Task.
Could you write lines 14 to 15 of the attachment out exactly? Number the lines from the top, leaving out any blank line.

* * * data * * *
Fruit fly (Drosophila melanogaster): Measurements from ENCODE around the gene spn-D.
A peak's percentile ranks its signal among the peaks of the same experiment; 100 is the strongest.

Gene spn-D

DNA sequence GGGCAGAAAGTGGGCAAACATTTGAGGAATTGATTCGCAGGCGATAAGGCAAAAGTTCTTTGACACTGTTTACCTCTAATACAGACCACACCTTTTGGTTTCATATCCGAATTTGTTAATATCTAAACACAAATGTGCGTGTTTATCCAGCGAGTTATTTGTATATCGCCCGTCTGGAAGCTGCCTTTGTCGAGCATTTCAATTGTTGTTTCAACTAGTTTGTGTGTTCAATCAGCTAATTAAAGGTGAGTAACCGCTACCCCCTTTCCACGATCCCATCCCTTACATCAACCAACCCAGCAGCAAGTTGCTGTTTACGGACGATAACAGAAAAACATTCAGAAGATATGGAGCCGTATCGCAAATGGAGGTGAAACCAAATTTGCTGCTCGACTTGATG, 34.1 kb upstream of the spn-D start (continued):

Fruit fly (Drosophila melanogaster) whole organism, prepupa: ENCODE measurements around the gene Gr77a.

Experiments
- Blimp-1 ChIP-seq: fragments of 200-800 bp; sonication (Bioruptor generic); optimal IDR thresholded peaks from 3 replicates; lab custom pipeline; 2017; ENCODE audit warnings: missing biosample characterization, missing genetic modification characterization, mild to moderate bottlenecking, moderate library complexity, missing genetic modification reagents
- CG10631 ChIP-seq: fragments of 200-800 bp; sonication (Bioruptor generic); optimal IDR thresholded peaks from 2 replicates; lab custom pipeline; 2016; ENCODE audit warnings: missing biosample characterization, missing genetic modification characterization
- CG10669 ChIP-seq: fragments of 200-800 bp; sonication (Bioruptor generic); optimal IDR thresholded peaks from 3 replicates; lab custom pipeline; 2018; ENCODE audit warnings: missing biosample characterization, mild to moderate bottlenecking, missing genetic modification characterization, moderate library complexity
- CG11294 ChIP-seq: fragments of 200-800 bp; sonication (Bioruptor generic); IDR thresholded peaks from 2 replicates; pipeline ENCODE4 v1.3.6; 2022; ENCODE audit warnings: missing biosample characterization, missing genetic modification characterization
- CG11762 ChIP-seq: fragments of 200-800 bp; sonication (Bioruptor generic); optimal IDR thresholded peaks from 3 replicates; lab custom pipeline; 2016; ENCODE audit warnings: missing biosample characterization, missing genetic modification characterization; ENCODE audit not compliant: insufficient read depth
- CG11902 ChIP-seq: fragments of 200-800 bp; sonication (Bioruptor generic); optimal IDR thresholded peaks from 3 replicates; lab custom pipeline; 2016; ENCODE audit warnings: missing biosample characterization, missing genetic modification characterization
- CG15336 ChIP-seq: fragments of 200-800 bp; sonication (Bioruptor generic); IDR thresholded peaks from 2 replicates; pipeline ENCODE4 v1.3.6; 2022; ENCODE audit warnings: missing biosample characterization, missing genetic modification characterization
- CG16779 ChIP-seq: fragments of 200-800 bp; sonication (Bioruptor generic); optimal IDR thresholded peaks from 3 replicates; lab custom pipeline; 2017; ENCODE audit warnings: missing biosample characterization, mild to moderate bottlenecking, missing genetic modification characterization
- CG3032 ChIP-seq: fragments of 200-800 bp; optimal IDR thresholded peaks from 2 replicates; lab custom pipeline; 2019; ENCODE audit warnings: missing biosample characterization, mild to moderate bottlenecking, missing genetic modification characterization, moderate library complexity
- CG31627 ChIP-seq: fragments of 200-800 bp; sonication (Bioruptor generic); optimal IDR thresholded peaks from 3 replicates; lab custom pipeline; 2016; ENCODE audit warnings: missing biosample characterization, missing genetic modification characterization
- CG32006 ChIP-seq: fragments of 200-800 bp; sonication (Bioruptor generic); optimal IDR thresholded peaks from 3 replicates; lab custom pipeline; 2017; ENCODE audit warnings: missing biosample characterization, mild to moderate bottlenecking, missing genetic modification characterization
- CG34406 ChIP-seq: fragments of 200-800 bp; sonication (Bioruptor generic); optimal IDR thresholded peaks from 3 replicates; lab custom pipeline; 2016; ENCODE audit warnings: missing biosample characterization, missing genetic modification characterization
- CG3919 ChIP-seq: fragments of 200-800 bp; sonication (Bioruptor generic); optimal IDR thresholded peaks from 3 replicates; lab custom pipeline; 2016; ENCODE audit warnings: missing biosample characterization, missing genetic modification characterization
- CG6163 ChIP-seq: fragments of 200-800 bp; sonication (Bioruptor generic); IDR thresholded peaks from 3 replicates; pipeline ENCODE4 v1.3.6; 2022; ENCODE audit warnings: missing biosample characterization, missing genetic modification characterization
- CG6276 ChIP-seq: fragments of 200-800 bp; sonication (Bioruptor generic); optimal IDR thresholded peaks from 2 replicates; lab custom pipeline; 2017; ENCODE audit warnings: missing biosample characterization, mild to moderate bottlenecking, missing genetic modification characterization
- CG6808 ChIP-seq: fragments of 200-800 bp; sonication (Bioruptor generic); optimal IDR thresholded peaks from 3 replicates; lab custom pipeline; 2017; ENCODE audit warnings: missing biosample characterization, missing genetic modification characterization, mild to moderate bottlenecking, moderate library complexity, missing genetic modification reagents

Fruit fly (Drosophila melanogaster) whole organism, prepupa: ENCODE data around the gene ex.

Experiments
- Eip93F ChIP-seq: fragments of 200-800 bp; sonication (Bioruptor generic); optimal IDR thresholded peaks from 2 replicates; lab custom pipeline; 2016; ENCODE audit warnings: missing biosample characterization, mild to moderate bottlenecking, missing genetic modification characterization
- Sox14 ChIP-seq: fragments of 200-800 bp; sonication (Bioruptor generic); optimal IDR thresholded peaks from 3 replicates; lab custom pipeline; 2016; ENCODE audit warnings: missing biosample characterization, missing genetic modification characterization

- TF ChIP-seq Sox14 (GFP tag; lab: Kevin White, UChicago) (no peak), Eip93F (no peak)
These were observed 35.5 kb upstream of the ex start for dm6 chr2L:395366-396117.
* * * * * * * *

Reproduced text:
- CG16779 ChIP-seq: fragments of 200-800 bp; sonication (Bioruptor generic); optimal IDR thresholded peaks from 3 replicates; lab custom pipeline; 2017; ENCODE audit warnings: missing biosample characterization, mild to moderate bottlenecking, missing genetic modification characterization
- CG3032 ChIP-seq: fragments of 200-800 bp; optimal IDR thresholded peaks from 2 replicates; lab custom pipeline; 2019; ENCODE audit warnings: missing biosample characterization, mild to moderate bottlenecking, missing genetic modification characterization, moderate library complexity